Abstract

The utility of using fish held in cages for investigating the potential effects of industrial and municipal effluents has been demonstrated. These types of exposures are able to control the influence of some confounding factors and also provide a measure of certainty with regard to exposure. However, Canada's current Environmental Effects Monitoring (EEM) Program for metal mines does not accept caged fish as a viable alternative for use in place of wild fish surveys. Concerns appear to be focused on the confounding influences of confinement stress on typical EEM endpoints. Confinement stress may be reduced in smaller-bodied fish relative to larger fish, increasing the relevance of their use for EEM. A standardized technique for deploying small-bodied fish in cages that may be useful for EEM programs is described.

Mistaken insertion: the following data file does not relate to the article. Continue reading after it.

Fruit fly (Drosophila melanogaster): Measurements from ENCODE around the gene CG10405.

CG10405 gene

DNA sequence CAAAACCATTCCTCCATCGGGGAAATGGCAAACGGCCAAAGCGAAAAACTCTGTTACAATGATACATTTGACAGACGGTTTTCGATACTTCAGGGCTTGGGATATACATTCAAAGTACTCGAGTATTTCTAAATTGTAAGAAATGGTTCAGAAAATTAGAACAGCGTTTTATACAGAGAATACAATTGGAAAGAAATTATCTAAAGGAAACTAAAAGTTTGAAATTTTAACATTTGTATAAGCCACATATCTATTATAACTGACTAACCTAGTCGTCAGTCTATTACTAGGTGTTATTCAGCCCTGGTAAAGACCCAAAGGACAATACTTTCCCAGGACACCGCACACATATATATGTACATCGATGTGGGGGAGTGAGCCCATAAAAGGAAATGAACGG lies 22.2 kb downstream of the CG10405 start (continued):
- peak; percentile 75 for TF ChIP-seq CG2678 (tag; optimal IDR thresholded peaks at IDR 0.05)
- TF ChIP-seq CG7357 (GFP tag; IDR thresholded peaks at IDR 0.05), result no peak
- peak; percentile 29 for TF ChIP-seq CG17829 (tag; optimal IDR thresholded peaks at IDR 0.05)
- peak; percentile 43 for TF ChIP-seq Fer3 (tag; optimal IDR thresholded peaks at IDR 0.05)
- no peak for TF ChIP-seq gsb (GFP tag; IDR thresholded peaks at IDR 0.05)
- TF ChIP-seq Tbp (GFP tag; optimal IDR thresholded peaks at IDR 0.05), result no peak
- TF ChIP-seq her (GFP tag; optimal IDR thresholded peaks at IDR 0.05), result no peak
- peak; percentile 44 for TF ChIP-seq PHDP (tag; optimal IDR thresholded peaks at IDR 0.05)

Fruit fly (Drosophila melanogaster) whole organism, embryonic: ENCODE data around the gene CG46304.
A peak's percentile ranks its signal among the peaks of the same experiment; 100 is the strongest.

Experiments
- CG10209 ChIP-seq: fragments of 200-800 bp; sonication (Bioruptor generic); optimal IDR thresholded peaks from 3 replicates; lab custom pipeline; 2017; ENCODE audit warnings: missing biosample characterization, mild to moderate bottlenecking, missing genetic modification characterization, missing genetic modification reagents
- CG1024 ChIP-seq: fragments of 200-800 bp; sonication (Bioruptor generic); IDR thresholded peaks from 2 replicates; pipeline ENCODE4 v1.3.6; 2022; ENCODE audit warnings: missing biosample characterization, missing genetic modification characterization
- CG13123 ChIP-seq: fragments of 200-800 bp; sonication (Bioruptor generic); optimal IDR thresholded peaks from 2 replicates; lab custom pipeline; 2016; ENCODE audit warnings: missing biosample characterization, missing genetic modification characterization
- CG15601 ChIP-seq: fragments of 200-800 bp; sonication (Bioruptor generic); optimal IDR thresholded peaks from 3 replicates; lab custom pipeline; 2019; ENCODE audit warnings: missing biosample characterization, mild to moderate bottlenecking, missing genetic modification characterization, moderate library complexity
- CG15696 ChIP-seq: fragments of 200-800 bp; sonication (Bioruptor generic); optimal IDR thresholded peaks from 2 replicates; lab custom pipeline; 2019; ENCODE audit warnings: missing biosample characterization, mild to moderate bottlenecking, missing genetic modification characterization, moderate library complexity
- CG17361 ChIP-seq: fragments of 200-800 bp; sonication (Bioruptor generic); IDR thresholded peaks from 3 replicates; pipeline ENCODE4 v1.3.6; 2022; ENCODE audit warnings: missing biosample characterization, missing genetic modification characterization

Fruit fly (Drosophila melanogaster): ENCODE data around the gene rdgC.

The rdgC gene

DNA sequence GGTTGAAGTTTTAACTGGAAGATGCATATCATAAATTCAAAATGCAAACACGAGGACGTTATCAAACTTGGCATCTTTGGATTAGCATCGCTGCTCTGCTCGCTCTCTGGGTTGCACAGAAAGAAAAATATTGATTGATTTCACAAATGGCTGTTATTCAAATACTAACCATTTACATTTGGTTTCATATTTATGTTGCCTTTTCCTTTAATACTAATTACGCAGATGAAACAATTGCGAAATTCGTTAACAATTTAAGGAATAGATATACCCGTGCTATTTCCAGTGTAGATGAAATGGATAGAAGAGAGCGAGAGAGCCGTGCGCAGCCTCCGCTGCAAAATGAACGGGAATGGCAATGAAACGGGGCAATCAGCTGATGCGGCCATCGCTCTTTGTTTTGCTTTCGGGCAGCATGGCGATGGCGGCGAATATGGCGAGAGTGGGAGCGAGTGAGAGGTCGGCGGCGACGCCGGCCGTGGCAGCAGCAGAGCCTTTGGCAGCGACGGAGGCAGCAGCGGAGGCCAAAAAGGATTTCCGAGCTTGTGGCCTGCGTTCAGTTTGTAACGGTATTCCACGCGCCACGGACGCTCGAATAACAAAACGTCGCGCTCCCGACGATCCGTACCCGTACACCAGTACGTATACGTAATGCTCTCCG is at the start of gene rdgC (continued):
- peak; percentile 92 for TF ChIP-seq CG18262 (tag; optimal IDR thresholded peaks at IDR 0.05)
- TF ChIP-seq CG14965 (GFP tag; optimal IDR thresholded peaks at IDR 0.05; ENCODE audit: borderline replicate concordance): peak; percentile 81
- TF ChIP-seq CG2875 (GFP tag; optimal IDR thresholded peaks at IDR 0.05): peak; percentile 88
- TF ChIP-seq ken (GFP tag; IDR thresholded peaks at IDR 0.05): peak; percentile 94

This content is only available as a PDF.